Rays hold onto playoff spot while Yanks beat O’s but lose Gardner in wild game
With their lead over the Yankees for the American League’s final wild-card spot down to one game, the Rays pulled out a 4-3 win over the Red Sox Thursday night to keep the Yankees at bay for another day. The Yankees, meanwhile, survived an eighth-inning implosion by David Robertson to pull out a 6-5 win in Baltimore over the fellow wild-card contending Orioles. However, in the very first at-bat of that game, the Yankees suffered yet another potentially significant injury as center fielder and leadoff man Brett Gardner strained his left oblique on a check swing on strike three and immediately took himself out of the game.
Gardner will have an MRI in New York on Friday before joining the team in Boston for their weekend set against the Red Sox, but he seems unlikely to play in the series. He could very well miss the remainder of the regular season given that there are just 16 days remaining and oblique injuries typically take at least two weeks to heal.
The Yankees are better equipped to absorb Gardner’s injury than they were earlier in the season, before Curtis Granderson’s return from the disabled list and the acquisition of Alfonso Soriano — who will now be locked into center and left fields, respectively, until Gardner’s return — but if Gardner is out for an extended period of time, it will nonetheless be a significant setback for New York.
Along with Robinson Cano, Gardner was one of just two Yankee hitters who had remained healthy and productive all season. Second on the team in Baseball-Reference’s wins above replacement (third, behind Cano and Hiroki Kuroda if you include pitchers), Gardner had played in 145 of the Yankees’ first 147 games, contributing elite defense in center field, 24 stolen bases, a major league leading 10 triples (tied with injured Pirate outfielder Starling Marte), and a 107 OPS+, a combination worth 4.2 wins above replacement per bWAR.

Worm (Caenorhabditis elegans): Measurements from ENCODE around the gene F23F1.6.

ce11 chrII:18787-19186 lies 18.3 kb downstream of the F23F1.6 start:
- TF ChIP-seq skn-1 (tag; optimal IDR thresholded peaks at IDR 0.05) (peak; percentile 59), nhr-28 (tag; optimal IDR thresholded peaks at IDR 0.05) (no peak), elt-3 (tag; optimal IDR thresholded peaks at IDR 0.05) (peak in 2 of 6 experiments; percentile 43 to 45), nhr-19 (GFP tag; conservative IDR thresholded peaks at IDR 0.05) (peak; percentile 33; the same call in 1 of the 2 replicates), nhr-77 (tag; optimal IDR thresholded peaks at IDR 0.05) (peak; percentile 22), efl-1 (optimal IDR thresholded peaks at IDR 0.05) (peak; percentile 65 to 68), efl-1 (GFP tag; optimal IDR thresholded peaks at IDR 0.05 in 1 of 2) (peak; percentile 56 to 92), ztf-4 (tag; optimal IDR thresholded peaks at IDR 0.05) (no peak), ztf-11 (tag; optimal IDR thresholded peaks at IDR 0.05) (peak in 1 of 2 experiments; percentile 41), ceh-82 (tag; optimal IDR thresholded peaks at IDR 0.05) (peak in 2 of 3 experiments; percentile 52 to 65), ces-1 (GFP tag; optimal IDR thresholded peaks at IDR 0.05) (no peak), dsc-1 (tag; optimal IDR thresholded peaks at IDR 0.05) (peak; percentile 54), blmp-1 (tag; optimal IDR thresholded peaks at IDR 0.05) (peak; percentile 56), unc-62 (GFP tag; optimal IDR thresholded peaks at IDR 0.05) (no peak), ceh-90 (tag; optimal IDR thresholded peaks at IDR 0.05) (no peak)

That’s not a player that is easy to replace. Granderson represents a significant drop in the field, and with Gardner on the bench, the Yankees are likely to turn to Ichiro Suzuki as their leadoff hitter despite his .302 on-base percentage (Suzuki has led off 13 of the 15 games that Gardner hasn’t this season). The loss of Gardner also limits Yankee manager Joe Girardi’s ability to play matchups with his outfielders and designated hitters by the simple fact that, with Soriano, Granderson, and Suzuki as his starting trio, the only outfielders he’ll have on the bench are righty Vernon Wells, who has hit .215/.257/.271 with one home run since May 15, and rookie Zoilo Almonte, who has a 75 OPS+ in 96 career plate appearances and, despite being a switch-hitter, has been awful as a right-handed hitter over the last two seasons.
The game in Baltimore was no less eventful after Gardner’s injury. In the second inning, Yankee catcher Chris Stewart struck out on three pitches, one of which was ruled a ball (note home plate umpire putting out two fingers on the final pitch in the video embedded here). Thanks to what turned out to be a premeditated tandem start by Phil Hughes and David Huff (combined line: 6 IP, 5 H, 2 R, 0 BB, 4 K) and home runs by Mark Reynolds and Gardner’s replacement Curtis Granderson, who did not start against lefty Wei-Yin Chen, the Yankees took a 5-2 lead into the eighth. However, David Robertson coughed up that lead by surrendering a game-tying three-run homer to Danny Valencia, and his performance would have been worse had this not happened to the first batter of the inning, Manny Machado:
Soriano’s catch proved crucial as the Yankees rallied to take the lead back in the ninth thanks to a throwing error and wild pitch by Orioles closer Jim Johnson, the latter bringing home Brendan Ryan, who led off the inning with a single and was granted a reprieve at second base thanks to Johnson’s other wild throw.
Mariano Rivera then came on to get the final three outs of the Yankees’ 6-5 win, but even that, one of the most common events in baseball history, was unusual, as the official scorer decided that Robertson hadn’t pitched well enough to win and thus gave Rivera not the save, but the win. That decision is in accordance with Rule 10.17 (c)*, but it robbed Rivera of his 652nd career save, altering a major league record in the process.
As for the Rays, they broke a 3-3 tie with the Red Sox when Evan Longoria and Wil Myers doubled off Rubby De La Rosa in the bottom of the eighth, giving Tampa Bay a one-run lead that Fernando Rodney, despite putting the go-ahead runs on base, nailed down in the top of the ninth. With that, the Rays remain in a playoff spot for another day, and given Gardner’s injury and the passing of another day on the schedule, their chances of holding on to that spot have, even if only slightly, improved.
*“The official scorer shall not credit as the winning pitcher a relief pitcher who is ineffective in a brief appearance, when at least one succeeding relief pitcher pitches effectively in helping his team maintain its lead. In such a case, the official scorer shall credit as the winning pitcher the succeeding relief pitcher who was most effective, in the judgment of the official scorer.”